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How to continue your studies abroad? Rama Sagna, a young African student in France, shares her story.

1- Who is Rama Sagna?

Hello, my name is Ramatoulaye Sagna, I am 29 years old. I live in Grenoble and I am a research engineer in production, data processing and analysis and quantitative surveys in sociology. My passions are music, not making music but listening to it. I like to travel, discover, and go on adventures.

2- What did you do before you left to pursue your studies abroad?

Before leaving Senegal, I was a student at the University Cheikh Anta Diop where I did a degree in sociology. I left after obtaining my bachelor’s degree in sociology.

3- Why did you want to go abroad?

During our bachelor’s degree in sociology we were presented with a range of specializations that were available to us. Among these options, there were quite a few that were done in France or in private schools. So I chose the first option, which was to go and do it in France. I also make this choice for personal reasons; to discover something new, to go on an adventure, to enrich myself because it is always enriching to travel. And it is also a great opportunity to be able to continue my studies in a developed country. So that’s what influenced my choice to go abroad.

4- How was your trip organized?

First of all, I started to research and learn about French universities, particularly the specializations that interested me. I looked into where they were done and how to do it. I spent a lot of time researching and finding out about training courses in France. From my research, I narrowed down my selection of schools. I then went to Campus France to find out how it works, what is the procedure, what are the steps to take. And once that was done, I started the procedure; I submitted my application, had an interview, went through the whole process until I obtained pre-enrolment at three universities and finally chose the master’s degree in engineering and international project management at the Université Paris-Est Créteil. So there you have it, I got the visa and then I came to France.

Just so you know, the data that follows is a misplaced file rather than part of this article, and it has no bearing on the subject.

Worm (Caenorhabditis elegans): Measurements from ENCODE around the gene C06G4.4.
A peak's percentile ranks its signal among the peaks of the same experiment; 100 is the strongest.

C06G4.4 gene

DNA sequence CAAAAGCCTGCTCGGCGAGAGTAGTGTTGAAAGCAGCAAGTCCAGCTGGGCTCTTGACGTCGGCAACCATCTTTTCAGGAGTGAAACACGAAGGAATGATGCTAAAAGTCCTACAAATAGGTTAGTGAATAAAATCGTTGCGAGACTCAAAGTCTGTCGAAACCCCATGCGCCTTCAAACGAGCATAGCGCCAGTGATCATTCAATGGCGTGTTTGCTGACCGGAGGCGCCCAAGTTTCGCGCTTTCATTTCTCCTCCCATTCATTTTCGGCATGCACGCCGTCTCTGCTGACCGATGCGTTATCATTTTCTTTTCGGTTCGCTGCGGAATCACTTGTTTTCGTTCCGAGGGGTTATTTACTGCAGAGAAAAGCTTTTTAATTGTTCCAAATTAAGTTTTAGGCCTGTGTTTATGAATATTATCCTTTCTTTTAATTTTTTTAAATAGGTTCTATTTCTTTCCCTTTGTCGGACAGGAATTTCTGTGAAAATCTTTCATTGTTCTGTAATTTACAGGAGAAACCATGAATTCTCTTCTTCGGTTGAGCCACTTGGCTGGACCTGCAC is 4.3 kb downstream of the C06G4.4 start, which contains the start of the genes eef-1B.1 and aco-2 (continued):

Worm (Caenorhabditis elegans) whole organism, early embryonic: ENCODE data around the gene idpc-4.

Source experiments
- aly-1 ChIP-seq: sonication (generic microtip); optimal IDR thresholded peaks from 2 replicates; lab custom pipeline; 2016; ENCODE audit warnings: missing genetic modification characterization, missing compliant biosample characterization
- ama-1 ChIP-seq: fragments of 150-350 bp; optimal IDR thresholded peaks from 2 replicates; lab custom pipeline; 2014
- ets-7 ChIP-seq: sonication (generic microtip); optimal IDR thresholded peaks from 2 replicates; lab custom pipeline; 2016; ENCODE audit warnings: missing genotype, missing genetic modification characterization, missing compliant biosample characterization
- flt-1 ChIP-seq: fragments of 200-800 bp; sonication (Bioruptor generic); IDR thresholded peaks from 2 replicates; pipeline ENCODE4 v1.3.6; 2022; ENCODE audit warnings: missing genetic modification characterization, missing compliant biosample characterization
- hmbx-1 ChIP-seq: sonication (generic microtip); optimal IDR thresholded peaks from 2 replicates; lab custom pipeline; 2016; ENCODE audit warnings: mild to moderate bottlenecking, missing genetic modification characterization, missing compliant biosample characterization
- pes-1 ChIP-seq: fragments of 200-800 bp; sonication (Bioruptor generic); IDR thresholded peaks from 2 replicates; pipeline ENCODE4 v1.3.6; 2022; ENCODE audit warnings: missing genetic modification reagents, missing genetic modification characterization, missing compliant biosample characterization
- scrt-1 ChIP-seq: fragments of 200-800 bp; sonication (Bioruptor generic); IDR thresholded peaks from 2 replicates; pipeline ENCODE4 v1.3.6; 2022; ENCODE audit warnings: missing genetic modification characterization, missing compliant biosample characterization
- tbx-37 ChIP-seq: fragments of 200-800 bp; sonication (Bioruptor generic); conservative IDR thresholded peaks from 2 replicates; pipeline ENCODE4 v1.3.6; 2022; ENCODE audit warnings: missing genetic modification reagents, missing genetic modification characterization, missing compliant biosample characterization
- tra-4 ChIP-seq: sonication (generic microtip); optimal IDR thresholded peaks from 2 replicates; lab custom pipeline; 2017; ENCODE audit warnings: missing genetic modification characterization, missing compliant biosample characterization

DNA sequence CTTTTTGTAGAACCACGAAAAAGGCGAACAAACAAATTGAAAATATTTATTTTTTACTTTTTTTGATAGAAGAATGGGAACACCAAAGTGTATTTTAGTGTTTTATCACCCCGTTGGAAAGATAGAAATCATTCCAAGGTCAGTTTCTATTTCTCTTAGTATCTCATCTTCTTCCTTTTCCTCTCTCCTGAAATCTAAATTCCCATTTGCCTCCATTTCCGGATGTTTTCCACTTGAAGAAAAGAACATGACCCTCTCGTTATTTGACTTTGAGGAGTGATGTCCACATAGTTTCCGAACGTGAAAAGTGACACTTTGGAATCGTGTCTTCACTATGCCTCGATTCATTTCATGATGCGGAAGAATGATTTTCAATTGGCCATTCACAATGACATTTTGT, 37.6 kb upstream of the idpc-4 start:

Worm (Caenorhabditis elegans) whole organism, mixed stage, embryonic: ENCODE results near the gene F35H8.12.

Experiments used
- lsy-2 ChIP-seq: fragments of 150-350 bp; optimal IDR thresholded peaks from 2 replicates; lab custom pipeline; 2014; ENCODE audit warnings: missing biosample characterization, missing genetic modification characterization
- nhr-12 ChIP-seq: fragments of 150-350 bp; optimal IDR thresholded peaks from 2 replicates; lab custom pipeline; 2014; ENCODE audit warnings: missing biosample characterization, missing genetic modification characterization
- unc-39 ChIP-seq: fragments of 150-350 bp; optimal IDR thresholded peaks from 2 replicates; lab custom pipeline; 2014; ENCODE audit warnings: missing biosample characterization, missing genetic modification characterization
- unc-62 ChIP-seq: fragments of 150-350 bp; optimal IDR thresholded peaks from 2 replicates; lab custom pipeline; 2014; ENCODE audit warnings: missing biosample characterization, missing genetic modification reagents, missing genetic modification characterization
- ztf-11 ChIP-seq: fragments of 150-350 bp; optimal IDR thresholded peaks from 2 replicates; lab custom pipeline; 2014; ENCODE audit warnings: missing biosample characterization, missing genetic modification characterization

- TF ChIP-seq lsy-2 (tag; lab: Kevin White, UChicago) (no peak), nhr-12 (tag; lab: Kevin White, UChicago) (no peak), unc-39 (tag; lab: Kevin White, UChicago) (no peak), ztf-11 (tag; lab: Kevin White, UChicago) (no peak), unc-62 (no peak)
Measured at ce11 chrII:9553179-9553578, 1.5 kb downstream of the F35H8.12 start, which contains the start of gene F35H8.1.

5- What were the realities once you arrived? (Social and pedagogical)

Once I arrived in France, from a social point of view, I was lucky enough to have family in Paris who welcomed me and accompanied me at the beginning. I looked for student jobs here and there, and I ended up finding a job as a receptionist in a hotel, and I was able to continue my studies at the same time. After the master’s degree, I didn’t feel ready to enter the job market. I didn’t feel like I was at the level of competency that I should be at, so I decided to enroll in another course at the School of Higher Studies in Social Sciences. Here, I did a master’s degree in statistics applied to sociology. This master’s degree gave me skills in data analysis and statistics that allowed me to occupy the position I currently hold. You have to know that when you decide to come to France to pursue your studies, you have to be versatile and flexible, because you have to combine studies and odd jobs to meet your needs, to ensure the minimum: rent, food, transportation, etc. So you have to be armed with courage and determination.

6- What are the advantages and disadvantages for an African student abroad?

The advantages of being an African student abroad is that you can be enriched by a new culture, you discover many things, frankly you get richer. You can meet new people, there are lots of opportunities and you can benefit from a quality training, but you still have to choose them well. You will also have the possibility to study in a quiet environment, without being disturbed – you can be alone and work as you wish.
And as for the disadvantages, for me it is already the fact of being far from my family, of having to rely on myself, there will be no mom or dad who will help us to take steps or to do this or that to inform us, it will be necessary to be awake, curious and to inquire about everything that awaits us here. And the most difficult thing is the lack of support. You can only count on yourself and you will have to find a job to support yourself and make sure you have what you need. We’re on our own. Sometimes people may look at you differently, you’ll have to believe in yourself.

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